Christine Anderson-Cook of Los Alamos National Laboratory says decision making in teams can be tricky.
Making decisions as an individual is hard enough: Which mattress should I buy? How much should I donate? Should I take that job offer?
But what if you are part of a group at work that has to make decisions? That type of decision making brings its own set of challenges, says Christine Anderson-Cook, Research Scientist at Los Alamos National Laboratory.
Anderson-Cook has worked with the Statistical Sciences Group at Los Alamos National Laboratory since 2004, and leads projects on complex system reliability, nonproliferation, reducing carbon emissions and statistical process control. So she knows what it's like to work on teams that have to make decisions, and she has studied the process of team decision making. I asked her a few questions about the topic.
What makes group decision making problematic?
I think a couple of things make decisions with a group tricky: First, the nature of the problems assigned to groups or teams are generally those for which there is no simple answer. Teams get involved when there are known trade-offs between alternatives and the wisdom of the group is sought to figure out what makes the most sense.
Second, our priorities are a reflection of who we are and our experiences. So different people will place different emphasis on various aspects of the decision, leading to different top choices. By talking through the criteria and the strengths and weaknesses of the alternatives, the group can generally find a solution that strikes the right balance of performance.
Is there a way to improve decision making in organizations?
I think there are two key elements to making better decisions: First, it is important that the foundation of the discussion is centered around having shared, valid, relevant data on which to anchor the team members' opinions. If everyone is looking at a common set of data which best summarizes what is known about the different choices, then the team can make fairer assessments.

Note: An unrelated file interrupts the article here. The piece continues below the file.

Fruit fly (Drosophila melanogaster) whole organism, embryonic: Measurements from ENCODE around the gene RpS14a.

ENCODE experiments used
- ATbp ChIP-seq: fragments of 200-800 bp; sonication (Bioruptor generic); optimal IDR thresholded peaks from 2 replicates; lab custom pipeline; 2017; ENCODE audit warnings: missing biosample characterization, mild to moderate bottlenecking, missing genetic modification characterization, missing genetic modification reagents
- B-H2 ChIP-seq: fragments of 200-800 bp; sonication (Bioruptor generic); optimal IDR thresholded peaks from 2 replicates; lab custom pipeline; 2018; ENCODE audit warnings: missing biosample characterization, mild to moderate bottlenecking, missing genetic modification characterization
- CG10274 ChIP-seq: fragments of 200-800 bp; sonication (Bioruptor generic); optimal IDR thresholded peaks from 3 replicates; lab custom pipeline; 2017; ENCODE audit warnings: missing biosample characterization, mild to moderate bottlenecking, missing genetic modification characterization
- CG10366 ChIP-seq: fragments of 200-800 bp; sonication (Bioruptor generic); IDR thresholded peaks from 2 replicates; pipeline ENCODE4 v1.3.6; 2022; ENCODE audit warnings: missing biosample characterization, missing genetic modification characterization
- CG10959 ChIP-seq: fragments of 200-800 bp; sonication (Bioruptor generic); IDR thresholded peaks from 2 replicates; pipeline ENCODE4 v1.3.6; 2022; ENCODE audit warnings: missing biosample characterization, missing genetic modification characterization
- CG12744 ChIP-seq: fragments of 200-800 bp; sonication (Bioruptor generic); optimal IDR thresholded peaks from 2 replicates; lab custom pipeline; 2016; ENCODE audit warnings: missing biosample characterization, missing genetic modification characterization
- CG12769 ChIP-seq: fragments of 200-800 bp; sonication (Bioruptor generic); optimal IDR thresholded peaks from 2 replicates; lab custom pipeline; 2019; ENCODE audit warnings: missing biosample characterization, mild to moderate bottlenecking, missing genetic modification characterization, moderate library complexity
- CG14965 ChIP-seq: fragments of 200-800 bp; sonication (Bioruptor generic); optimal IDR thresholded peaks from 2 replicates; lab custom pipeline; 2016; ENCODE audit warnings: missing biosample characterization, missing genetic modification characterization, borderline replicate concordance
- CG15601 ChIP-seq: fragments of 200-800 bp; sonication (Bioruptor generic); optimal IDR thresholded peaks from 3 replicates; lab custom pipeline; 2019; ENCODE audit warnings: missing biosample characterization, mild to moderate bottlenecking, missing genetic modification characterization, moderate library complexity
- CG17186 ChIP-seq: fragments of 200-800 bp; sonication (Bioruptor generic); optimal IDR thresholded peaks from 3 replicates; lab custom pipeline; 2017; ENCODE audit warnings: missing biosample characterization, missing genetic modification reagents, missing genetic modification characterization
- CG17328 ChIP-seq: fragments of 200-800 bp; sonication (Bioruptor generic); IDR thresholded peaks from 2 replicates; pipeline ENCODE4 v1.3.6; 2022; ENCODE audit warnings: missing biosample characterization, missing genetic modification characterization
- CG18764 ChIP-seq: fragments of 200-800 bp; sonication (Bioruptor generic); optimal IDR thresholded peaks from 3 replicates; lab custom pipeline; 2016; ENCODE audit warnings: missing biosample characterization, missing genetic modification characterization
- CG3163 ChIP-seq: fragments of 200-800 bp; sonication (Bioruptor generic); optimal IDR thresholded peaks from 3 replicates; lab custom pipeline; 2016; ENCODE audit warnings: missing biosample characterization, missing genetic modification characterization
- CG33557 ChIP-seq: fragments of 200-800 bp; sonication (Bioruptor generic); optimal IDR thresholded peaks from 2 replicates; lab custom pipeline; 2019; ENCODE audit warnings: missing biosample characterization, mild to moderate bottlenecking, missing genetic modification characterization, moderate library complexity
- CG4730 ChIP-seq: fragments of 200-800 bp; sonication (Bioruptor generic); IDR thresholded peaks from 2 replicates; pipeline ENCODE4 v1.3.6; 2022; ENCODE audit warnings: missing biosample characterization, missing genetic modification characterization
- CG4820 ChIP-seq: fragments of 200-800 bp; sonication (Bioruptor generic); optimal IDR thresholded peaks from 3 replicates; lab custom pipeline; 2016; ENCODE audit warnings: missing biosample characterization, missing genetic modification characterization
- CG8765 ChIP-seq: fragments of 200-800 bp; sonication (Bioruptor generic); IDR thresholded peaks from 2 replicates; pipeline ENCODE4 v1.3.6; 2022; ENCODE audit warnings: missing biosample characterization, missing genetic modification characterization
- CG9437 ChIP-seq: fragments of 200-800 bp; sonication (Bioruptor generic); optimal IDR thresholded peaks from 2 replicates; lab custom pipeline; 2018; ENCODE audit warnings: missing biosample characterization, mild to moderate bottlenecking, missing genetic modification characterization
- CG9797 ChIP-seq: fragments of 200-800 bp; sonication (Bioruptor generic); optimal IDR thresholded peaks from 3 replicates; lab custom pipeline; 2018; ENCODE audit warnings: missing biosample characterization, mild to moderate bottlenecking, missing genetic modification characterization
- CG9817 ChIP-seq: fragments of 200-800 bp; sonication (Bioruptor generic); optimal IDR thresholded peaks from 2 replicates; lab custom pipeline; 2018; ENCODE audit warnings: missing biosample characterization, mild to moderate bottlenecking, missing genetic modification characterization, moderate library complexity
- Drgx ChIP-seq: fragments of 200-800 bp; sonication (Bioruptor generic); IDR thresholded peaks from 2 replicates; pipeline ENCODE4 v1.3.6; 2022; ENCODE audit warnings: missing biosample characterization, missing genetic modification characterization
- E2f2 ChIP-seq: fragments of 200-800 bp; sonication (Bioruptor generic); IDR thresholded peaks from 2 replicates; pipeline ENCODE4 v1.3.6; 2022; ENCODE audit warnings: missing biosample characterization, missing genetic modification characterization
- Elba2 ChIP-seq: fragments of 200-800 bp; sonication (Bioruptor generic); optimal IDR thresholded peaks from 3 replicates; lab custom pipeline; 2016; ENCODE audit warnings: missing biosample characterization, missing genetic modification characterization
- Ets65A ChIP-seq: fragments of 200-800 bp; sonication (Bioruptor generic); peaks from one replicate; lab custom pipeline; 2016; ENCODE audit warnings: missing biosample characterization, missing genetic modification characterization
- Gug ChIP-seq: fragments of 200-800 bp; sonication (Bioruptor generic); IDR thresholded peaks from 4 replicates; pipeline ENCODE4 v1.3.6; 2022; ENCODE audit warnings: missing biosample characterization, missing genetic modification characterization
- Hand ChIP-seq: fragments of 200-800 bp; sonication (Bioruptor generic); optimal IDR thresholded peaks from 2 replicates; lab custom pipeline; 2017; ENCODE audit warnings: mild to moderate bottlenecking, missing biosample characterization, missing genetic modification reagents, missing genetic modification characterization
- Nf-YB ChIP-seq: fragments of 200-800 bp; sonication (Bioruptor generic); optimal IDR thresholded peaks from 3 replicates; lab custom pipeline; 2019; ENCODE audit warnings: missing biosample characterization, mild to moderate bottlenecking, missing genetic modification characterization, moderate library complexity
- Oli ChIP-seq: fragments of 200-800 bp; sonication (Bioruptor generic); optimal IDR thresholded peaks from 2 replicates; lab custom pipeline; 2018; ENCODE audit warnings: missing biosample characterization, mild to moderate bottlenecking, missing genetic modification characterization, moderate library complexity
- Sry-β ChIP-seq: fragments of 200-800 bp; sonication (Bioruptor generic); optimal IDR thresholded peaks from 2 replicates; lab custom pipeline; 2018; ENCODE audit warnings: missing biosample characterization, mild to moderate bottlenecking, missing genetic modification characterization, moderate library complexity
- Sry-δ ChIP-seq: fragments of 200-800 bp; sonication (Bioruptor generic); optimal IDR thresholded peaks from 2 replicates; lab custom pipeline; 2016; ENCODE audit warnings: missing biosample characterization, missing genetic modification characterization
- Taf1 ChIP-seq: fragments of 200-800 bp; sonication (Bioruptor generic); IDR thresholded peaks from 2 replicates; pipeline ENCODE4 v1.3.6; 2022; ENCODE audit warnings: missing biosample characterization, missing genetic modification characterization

Second, I think that our natural tendencies are to pick our top candidate and to start to defend it against other possibilities. If the team starts with discussion about the goals of the decision, what aspects of the choice are important, and what metrics should be used to quantify those aspects, then there is potential to build consensus about the collective priorities. Building on this common ground and armed with the right data, discussions about the top choices are likely to be a bit less contentious and with an understanding that no one is likely to get everything they want.
How has using data and following a structured process affected you?
One of the things that has struck me about studying the decision-making process for teams is how much of our thinking and evaluating of choices happens in our subconscious. Often we pick our favorite choice without explicitly walking through a process. When the steps to a decision are unpacked and explored individually, I often end up with a deeper understanding of why I chose what I did, and have the ability to defend that choice to others.
In addition, there are irrational choices -- like picking a lower-quality item that costs more -- which should be removed from the discussion objectively. Different from those items, there are lots of choices that are rational, that differ primarily based on what we prioritize. Recognizing that "wrong" and "I would have done it differently" are fundamentally separate, has been a real revelation. It has allowed me to have better appreciation for cognitive diversity -- we think and decide differently. Incorporating a group's collective decision-making ideas often leads to better, more creative solutions.